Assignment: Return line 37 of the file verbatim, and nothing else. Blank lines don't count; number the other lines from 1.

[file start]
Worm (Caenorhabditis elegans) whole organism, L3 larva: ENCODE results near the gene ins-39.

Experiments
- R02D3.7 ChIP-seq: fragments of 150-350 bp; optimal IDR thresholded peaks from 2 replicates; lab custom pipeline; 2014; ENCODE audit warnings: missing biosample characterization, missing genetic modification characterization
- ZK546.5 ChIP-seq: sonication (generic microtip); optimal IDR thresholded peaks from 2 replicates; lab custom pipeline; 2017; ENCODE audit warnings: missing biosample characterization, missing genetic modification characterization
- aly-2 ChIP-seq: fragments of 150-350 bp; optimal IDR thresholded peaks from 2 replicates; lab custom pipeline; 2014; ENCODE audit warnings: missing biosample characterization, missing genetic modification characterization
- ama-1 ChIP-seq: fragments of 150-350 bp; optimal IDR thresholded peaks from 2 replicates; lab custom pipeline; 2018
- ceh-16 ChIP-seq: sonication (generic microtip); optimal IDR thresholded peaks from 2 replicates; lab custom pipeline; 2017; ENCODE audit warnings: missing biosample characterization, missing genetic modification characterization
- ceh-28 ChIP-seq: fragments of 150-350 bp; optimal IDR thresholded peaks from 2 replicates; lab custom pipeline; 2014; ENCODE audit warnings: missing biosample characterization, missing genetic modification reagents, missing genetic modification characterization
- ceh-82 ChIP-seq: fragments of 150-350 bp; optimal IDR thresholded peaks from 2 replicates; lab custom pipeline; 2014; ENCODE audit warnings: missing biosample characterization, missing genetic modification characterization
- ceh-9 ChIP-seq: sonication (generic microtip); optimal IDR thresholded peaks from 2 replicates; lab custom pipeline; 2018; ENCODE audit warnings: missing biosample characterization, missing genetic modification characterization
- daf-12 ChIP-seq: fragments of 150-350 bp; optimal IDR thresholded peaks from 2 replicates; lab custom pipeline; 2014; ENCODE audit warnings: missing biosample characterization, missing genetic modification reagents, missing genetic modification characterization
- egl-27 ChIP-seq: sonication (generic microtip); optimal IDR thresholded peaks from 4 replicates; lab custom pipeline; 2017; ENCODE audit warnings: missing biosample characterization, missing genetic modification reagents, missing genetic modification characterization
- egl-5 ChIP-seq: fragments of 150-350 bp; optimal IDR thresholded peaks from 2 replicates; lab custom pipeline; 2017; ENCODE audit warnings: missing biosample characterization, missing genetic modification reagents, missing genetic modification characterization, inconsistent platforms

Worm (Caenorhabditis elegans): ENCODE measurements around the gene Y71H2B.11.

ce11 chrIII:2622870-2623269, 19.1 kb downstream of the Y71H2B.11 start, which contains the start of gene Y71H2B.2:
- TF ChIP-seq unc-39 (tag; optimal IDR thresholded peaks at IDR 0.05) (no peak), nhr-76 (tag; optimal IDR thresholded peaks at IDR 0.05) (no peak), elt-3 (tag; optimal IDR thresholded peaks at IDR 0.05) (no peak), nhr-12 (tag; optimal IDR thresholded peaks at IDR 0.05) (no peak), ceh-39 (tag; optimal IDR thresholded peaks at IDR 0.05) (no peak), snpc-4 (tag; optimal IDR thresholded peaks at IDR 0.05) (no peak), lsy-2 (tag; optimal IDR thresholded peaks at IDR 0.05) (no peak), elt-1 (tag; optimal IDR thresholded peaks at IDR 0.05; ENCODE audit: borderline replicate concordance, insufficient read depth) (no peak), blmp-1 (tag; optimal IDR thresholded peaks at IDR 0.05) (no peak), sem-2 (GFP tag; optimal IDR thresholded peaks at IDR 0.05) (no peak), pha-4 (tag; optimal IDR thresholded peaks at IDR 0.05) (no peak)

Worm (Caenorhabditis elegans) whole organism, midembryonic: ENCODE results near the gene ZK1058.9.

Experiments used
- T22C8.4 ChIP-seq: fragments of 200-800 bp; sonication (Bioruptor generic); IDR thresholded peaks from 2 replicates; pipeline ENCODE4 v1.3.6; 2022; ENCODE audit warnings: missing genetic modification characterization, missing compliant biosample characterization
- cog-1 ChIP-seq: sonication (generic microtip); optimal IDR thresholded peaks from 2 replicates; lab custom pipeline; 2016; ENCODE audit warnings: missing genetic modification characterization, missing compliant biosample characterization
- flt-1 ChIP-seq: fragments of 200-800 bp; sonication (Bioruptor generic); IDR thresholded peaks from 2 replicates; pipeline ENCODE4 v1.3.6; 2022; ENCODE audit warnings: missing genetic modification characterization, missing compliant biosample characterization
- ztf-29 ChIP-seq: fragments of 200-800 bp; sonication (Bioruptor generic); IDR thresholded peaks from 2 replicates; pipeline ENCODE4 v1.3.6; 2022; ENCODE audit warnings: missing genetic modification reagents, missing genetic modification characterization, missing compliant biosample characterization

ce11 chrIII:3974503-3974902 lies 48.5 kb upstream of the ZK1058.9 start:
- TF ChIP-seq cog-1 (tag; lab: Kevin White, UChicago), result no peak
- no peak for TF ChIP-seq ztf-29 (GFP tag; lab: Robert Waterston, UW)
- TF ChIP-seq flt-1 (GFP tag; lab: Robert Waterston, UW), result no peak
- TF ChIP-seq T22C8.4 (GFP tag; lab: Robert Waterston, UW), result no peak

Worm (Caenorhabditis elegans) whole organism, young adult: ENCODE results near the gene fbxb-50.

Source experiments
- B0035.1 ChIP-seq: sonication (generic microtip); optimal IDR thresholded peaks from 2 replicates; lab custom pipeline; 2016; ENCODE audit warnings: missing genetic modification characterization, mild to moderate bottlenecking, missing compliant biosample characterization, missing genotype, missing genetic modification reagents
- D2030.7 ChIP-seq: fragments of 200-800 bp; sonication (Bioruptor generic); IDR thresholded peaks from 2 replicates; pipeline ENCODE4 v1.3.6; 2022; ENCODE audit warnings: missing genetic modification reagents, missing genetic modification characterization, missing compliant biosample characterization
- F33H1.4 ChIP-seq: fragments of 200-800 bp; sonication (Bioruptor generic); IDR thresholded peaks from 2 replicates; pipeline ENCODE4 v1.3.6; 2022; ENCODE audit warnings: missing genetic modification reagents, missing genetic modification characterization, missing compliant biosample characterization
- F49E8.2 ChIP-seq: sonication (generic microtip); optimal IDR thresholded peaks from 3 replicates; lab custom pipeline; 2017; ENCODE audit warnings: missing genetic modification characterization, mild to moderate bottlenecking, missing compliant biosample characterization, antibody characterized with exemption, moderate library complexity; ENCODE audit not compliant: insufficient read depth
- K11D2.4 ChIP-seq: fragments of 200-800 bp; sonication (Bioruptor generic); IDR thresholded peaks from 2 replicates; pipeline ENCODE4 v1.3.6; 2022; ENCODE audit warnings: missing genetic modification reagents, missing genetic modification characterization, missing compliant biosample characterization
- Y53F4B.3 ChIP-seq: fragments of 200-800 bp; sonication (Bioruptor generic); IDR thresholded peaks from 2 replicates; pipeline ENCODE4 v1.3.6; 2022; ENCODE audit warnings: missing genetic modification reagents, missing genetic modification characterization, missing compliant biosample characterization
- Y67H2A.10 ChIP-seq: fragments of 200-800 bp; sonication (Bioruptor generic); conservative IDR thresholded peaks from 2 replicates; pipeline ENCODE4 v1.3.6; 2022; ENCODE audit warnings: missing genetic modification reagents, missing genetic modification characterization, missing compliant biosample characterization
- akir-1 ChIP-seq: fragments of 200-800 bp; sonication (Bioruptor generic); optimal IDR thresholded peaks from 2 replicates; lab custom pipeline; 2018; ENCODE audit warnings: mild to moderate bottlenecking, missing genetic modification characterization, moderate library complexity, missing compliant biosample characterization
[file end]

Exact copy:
- akir-1 ChIP-seq: fragments of 200-800 bp; sonication (Bioruptor generic); optimal IDR thresholded peaks from 2 replicates; lab custom pipeline; 2018; ENCODE audit warnings: mild to moderate bottlenecking, missing genetic modification characterization, moderate library complexity, missing compliant biosample characterization